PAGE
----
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Present: Wood Renton J. and Pereira J.
SUMMANASARA UNNANSE v. SENEVIRATNA.
338—D. C. Kalutara, 4,774.
.Action to 6e declared entitled to the management of a school.
An action to be declared entitled to the management of a school,apart from any claim to the fabric, was held to be bad.
Pereira. J.—If the plaintiff was the proprietor of the school,there could have been no difficulty in the way of his instituting anaction rei vindicatio in respect of it; but it appears that he hasreally no proprietary rights. He bases his claim to be declaredentitled to the management of the school on the ground that he“ opened ” the school (whatever that may mean),, and had itregistered as a grant-in-aid school with himself as proprietor. Thestatus of “ manager of a school ” is hardly one recognized byour law.
/J*HE facts are set out in the judgment.
H. A. Jayewardene, for the plaintiff, appellant.
A. St. V. Jayewardene, for the defendant, respondent.
Cur. adv. vult.
February 14, 1913. Wood Renton J.—
The appellant in his original plaint sued the defendant-respondentfor a declaration of his title as proprietor of a vernacular school.He alleged that he had opened the school in 1897, maintained it till1900, and registered it in 1900 as a grant-in-aid school. He appointedthe father-in-law of the defendant-respondent to manage the schoolduring his absence from Ceylon. On his return to Ceylon in March,1911, the respondent refused to give back the management of theschool, and continued to remain in possession both of the budding andof its furniture. The appellant purported to sue as incumbent ofa vihare within whose premises the school, according to him, wassituated. The respondent in his answer contended that the appel-lant could not maintain the action as incumbent, and that it wasonly the trustee for the temple who could sue for the recovery ofproperty belonging to it. He admitted the opening of the schoolin 1897, its registration in 1900, and its management by the appel-lant till 1904. He alleged that in 1905 the appellant had abandonedthe school; that his own father-in-law had built the school on landbelonging to him at his expense; and that since his father-in-law’sdeath he had been duly appointed manager. At the trial theappellant entirely abandoned his claim for a declaration of his
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title as proprietor of the school, and altered the prayer in hisplaint to one for a declaration of his title to the management of it.After a good1 deal of somewhat confusing discussion in the DistrictCourt and a previous appeal to the Supreme Court, the learnedDistrict Judge held, after hearing the evidence of Mr. Harward, theDirector of Public Instruction, that the appellant’s claim to themanagement of the school, disassociated as it had been by theamendment of the plaint from any claim of title to the fabric itselfwas bad. But he said that he would hear evidence as to the claimto the furniture. The appellant stated that if he could not get adeclaration of title to the management of the school he did not wishthe furniture. The learned District Judge thereupon dismissed hisaction with costs. I think that he was perfectly right in doing so.The evidence of Mr. Harward clearly shows that the appointmentof managers to grant-in-aid schools rests with him, and that hewould not be bound to give effect to any decree of the District Court,or, for that matter, of the Supreme Court, on the subject. AlthoughMr. Harward, after the plaintiff's return to Ceylon, appointed himmanager on the assumption that he was in possession of the school,this appointment was subsequently revoked, and the respondentis now the de facto manager. The appellant's counsel invited us togive him an opportunity of falling back on his original claim for adeclaration of title to the school. But this, I think, we ought notto do. I would dismiss the appeal with costs, without prejudice,however, to any fresh proceedings that appellant may be advisedto take for the recovery of the school building itself, or otherwise.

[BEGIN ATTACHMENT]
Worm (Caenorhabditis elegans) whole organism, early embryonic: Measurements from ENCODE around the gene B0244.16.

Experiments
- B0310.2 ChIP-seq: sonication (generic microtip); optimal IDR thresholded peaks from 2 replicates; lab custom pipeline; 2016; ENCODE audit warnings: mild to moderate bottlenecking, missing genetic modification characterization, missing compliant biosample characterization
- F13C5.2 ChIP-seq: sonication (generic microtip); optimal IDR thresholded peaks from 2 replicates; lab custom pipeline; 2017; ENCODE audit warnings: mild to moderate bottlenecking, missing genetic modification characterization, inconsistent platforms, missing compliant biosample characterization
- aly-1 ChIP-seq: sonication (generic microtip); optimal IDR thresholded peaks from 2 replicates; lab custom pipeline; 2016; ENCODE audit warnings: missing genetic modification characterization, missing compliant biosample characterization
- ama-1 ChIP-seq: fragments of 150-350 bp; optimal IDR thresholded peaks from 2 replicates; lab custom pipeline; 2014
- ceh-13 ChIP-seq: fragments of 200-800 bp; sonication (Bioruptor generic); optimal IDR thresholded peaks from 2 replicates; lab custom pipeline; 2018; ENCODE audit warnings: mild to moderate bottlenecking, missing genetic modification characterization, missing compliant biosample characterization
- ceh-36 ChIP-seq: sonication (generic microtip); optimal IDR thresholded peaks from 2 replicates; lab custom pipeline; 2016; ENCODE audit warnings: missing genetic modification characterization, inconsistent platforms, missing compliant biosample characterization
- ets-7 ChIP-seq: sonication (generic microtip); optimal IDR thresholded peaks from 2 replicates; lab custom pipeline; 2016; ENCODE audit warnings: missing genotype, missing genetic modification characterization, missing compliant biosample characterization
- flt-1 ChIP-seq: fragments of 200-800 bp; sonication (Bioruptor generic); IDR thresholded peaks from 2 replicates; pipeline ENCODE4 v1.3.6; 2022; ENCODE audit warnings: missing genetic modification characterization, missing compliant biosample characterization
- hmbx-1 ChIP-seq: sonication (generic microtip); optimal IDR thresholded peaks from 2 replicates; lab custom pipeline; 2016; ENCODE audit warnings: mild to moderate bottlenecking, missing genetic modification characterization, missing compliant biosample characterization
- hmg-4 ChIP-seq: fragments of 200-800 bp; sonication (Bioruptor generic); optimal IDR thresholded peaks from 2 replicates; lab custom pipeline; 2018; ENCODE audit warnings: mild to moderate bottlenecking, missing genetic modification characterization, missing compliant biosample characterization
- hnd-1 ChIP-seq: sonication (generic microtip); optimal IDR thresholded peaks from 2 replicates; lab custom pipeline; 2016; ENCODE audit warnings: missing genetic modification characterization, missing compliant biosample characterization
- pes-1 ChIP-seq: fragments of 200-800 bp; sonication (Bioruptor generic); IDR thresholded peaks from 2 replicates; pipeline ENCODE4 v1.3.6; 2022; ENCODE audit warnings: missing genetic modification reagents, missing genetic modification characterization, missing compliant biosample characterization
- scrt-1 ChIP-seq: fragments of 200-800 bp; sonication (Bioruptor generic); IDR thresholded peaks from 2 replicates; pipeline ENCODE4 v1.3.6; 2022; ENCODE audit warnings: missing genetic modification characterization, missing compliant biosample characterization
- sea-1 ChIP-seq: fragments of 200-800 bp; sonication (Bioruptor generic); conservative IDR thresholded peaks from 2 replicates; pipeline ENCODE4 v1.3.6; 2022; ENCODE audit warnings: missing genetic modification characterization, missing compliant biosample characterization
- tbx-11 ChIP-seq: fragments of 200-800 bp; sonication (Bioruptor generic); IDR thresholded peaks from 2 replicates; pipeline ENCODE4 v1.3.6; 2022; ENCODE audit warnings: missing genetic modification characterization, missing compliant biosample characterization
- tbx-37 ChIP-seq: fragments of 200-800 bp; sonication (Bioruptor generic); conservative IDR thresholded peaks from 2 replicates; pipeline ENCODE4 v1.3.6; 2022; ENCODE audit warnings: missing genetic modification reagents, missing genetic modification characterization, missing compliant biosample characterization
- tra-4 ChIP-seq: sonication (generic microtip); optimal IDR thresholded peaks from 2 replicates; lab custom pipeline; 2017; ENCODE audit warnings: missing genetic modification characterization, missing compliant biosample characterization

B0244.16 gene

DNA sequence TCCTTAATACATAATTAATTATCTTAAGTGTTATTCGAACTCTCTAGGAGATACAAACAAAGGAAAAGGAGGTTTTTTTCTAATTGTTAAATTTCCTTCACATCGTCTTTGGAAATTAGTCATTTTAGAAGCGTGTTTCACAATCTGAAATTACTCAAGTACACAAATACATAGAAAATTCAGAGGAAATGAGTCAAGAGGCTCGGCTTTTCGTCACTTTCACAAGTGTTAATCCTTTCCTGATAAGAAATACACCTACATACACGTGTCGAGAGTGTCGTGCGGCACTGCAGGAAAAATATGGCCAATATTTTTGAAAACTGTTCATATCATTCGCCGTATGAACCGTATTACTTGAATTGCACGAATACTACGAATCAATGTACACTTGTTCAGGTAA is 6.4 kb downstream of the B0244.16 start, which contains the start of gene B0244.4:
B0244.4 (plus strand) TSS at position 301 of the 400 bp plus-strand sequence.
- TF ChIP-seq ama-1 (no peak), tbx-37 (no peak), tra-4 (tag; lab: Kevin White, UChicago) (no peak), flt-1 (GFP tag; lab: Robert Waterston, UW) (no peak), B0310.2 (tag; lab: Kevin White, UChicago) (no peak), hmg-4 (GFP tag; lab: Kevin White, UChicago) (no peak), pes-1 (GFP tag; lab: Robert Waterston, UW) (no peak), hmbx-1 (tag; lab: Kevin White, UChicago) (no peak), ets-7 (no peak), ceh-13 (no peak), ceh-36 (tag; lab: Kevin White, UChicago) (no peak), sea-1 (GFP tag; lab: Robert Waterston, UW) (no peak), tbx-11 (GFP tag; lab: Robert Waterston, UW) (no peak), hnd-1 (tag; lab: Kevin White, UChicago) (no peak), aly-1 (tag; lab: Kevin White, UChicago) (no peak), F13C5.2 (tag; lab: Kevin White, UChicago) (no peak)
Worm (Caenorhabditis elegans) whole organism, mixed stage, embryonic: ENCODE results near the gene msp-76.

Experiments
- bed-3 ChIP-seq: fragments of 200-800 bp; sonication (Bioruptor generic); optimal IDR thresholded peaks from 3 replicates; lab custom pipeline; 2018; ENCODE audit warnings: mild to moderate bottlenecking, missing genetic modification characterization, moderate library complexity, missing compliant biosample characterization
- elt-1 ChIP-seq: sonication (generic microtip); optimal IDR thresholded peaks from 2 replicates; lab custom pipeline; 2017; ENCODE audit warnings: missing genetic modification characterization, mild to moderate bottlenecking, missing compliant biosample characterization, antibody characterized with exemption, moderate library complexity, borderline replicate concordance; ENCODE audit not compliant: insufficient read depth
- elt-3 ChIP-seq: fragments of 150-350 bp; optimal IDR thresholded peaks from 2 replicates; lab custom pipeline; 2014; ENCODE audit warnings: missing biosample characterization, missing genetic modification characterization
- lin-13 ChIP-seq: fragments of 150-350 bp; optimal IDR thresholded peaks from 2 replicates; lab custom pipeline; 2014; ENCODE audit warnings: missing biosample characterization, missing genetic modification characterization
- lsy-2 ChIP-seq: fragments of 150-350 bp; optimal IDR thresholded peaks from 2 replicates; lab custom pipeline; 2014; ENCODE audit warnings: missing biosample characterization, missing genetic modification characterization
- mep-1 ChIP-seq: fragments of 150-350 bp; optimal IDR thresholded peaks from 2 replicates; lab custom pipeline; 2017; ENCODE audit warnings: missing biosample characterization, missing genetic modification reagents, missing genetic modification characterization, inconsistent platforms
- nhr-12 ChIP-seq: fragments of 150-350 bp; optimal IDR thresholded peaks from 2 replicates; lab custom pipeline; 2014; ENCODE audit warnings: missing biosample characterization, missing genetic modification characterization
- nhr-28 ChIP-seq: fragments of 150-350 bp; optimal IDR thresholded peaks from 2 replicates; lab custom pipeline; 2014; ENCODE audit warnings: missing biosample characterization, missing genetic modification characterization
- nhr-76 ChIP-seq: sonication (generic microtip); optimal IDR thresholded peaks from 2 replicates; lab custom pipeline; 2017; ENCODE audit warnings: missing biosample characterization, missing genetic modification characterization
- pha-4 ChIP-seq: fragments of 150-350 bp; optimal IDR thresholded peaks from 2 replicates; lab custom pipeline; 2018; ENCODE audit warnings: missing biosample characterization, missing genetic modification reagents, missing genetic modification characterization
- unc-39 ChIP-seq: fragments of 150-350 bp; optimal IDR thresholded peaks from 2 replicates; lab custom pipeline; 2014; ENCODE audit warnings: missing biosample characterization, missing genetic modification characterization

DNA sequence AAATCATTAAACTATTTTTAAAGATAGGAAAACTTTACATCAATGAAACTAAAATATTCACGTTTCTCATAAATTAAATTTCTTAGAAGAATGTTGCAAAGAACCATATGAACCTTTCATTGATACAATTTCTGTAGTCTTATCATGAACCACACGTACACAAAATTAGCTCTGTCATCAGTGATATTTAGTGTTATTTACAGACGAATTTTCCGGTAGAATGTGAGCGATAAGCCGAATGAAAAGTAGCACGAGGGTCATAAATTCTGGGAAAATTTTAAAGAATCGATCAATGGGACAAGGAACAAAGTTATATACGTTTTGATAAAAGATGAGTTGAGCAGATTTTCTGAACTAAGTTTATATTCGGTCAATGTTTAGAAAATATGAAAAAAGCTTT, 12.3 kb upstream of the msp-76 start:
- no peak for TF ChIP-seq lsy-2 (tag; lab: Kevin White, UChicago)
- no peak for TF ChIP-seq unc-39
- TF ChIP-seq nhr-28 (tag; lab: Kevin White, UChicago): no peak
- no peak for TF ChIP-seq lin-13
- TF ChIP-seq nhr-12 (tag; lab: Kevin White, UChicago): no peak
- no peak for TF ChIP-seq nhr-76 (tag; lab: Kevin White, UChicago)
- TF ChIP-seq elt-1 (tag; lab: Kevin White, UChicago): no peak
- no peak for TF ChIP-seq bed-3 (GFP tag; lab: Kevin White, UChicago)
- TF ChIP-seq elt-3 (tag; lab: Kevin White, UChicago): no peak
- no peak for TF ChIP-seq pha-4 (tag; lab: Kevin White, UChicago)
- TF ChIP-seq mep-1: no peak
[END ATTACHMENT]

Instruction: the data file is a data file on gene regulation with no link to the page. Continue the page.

I agree. In this case the plaintiff claims to be declared entitled" to the management " of a certain school and “ to the furniture,together with everything appertaining thereto." He avers in hisplaint that he is one of the incumbents of Kanda ’Vihare, and as suchhe " opened " the school " for boys at the said vihare premises," andmaintained it until 1900, when he had the school " registered as agrant-in-aid school " with himself as its " managing proprietor."If the plaintiff was the proprietor of the school, there could havebeen no difficulty in the way of his instituting an action rei vindi-cate in respect of it; but it appears that he has really no proprietaryrights, and that he cannot appear in Court as proprietor. Thatbeing so, he bases bis claim to be declared entitled to the manage-ment of the school on the facts stated above, namely, that he" opened " the school (whatever that may mean), and had it regis-tered as a grant-in-aid school with himself as proprietor. Thestatus of “ manager of a school " is hardly one recognized by our.law. It appears that there is such a position provided for bywhat is referred to by Mr. Harward as " The Bevised Code,"As to that, it is sufficient to say that, according to Mr. Harward's
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evidence, the plaintiff is not “ manager ’* under “ The BevisedCode. *fHSb position, then, is that he claims to be declared entitled to themanagement of the school because he, as an incumbent of KandaYihare, “ opened ’* the school. It is dear that he cannot in lawmaintain such a position.
SUMMANASARA UNNANSE v. SENEVIRATNA